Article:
The flight was two days previous to Saint Patrick’s Day, so naturally, the plane was full of intoxicated patrons. I asked the flight attendant what was going on with my seat when we were boarding. She asked me to sit in it until everyone was aboard and settled. 

Soon after everyone was on, I asked the flight attendant again. She told me she would get back to me. She never did. Once we took off, I could see I had no other option but to sit in that seat. There were no empty seats. Because the intoxicated patrons were extremely loud and disrespectful, the flight attendants were flustered.

Matthew Madrigal

In his attempt to be polite and easy-going, Madrigal had doomed himself to that uncushioned seat. If he had made his complaint firmly known on the ground, Aer Lingus would have been forced to fix the situation. Once the flight became airborne, the Aer Lingus flight attendants had no way to address this bizarre problem.

Madrigal’s story recalled another awful airline seat case I had tried to tackle recently. In that situation, JetBlue forced Sam Cristol to partially share his own airline seat with the man beside him. That man didn’t fit in his own seat and overflowed into Cristol’s. 

Unfortunately, Cristol also waited until his cross-country flight was already in the air before asking for assistance from the flight attendants. JetBlue placed a value for his inconvenience at $100 in the form of a voucher. And JetBlue lost a loyal customer in the end.

Aer Lingus responds with “a small gesture of goodwill.”

In this case, Madrigal (Or, I suspect, his mom did) had already complained to Aer Lingus and requested compensation.

The response from Aer Lingus was underwhelming.

Please accept my sincere apology for Aer Lingus not having met your expectations. I am very sorry for the inconvenience and disappointment resulting from your damaged seat on the flight.

Our maintenance crews regularly inspect aircraft to ensure onboard items such as seats, meal trays, entertainment systems, etc. are in working order. While ground time may limit their ability to inspect every item, normally, guests experiencing difficulties in-flight on the previous sector would inform cabin crew who in turn would report such items to the maintenance teams and repair would be made prior to departure. A copy of your comments will be forwarded to our Head office in Dublin for their review and internal handling.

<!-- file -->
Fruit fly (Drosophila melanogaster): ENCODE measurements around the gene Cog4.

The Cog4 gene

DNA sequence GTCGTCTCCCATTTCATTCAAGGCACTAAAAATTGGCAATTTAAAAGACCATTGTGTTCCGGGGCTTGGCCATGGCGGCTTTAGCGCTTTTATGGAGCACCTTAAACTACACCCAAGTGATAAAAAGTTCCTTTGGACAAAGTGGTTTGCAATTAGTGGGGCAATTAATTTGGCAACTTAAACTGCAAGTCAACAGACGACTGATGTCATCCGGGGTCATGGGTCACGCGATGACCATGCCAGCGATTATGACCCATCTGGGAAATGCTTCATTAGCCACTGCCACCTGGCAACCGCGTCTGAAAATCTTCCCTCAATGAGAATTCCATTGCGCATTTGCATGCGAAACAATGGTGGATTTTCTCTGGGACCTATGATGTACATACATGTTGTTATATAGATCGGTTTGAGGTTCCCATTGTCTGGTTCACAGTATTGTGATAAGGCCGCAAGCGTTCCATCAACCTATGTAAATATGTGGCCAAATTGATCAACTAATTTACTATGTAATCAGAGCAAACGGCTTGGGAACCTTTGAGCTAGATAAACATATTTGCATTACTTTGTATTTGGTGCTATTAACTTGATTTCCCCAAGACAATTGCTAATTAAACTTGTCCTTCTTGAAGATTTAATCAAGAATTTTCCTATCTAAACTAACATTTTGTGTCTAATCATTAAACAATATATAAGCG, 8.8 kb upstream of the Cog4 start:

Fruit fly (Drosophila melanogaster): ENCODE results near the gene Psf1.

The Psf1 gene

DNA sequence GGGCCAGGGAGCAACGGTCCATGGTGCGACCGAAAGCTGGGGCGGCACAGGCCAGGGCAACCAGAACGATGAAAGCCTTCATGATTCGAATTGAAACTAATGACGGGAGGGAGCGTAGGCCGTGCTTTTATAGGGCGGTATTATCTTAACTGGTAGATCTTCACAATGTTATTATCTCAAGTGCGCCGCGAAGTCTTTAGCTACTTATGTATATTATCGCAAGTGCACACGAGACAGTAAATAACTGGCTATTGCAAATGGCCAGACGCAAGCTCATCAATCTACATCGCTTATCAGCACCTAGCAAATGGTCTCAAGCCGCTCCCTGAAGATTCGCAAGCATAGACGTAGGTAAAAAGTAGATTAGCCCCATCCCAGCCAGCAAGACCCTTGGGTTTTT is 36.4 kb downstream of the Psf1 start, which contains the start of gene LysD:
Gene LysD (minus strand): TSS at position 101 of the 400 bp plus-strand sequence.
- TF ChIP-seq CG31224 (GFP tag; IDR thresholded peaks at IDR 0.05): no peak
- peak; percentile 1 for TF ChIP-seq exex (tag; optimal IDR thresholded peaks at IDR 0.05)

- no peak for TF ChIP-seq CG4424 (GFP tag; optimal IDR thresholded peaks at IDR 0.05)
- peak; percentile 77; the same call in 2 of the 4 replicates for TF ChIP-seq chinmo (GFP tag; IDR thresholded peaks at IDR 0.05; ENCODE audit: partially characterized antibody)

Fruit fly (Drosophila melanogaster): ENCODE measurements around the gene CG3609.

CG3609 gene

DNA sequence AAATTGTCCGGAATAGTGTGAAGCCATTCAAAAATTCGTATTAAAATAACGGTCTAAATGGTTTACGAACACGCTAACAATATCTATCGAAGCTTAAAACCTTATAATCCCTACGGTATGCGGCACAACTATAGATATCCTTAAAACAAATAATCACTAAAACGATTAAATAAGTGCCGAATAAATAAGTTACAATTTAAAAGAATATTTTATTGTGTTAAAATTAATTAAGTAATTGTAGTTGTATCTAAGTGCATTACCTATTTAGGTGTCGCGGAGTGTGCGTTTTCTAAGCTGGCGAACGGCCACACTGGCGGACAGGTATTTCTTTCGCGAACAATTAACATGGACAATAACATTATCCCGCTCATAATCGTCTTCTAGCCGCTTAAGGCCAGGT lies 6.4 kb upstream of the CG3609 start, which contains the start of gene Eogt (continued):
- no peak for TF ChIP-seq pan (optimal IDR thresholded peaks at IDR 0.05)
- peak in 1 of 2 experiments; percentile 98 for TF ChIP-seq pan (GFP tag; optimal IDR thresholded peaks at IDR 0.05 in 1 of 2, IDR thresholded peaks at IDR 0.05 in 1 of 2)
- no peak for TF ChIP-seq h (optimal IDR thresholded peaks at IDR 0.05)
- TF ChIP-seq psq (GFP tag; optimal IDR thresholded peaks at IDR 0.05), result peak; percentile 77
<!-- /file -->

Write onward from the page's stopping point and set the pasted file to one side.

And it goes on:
While we cannot accede to your request for compensation, an e-voucher in the amount of $50.00, will be sent out under separate cover, as our gesture of goodwill.

Aer Lingus

A gesture of goodwill?

Aer Lingus forced Madrigal to sit in the shell of an airline seat for 7 hours. He paid $658 for this roundtrip flight from Chicago to Dublin. During half of that journey, Aer Lingus did not provide him with an acceptable airline seat by any standards.

The airline’s response did not sit right with me. I wondered if anyone at Aer Lingus had even looked at the photo.

Aer Lingus reconsiders its response

European law protects air travelers in a much more comprehensive way than US law. The EU 261 forces European airlines to compensate travelers who are involuntarily downgraded on flights to and from Europe. This compensation is at a rate of 75 percent of the one-way fare for a trip of this length.

Although the regulation does not address this particular scenario, I felt thatI could make a case that Aer Lingus had downgraded Madrigal to a sub-par (nonexistent) airline seat category.

I contacted Aer Lingus on Madrigal’s behalf and forwarded the photo. I requested that the airline compensate Madrigal further for this unusual circumstance.

After taking a look at that photo, our executive contact at Aer Lingus reconsidered Madrigal’s case. The airline offered him a $500 voucher on top of the previously offered $50.

Madrigal is pleased with this resolution, and in the future, he will undoubtedly make sure that any unacceptable situations are resolved before his flight leaves the ground.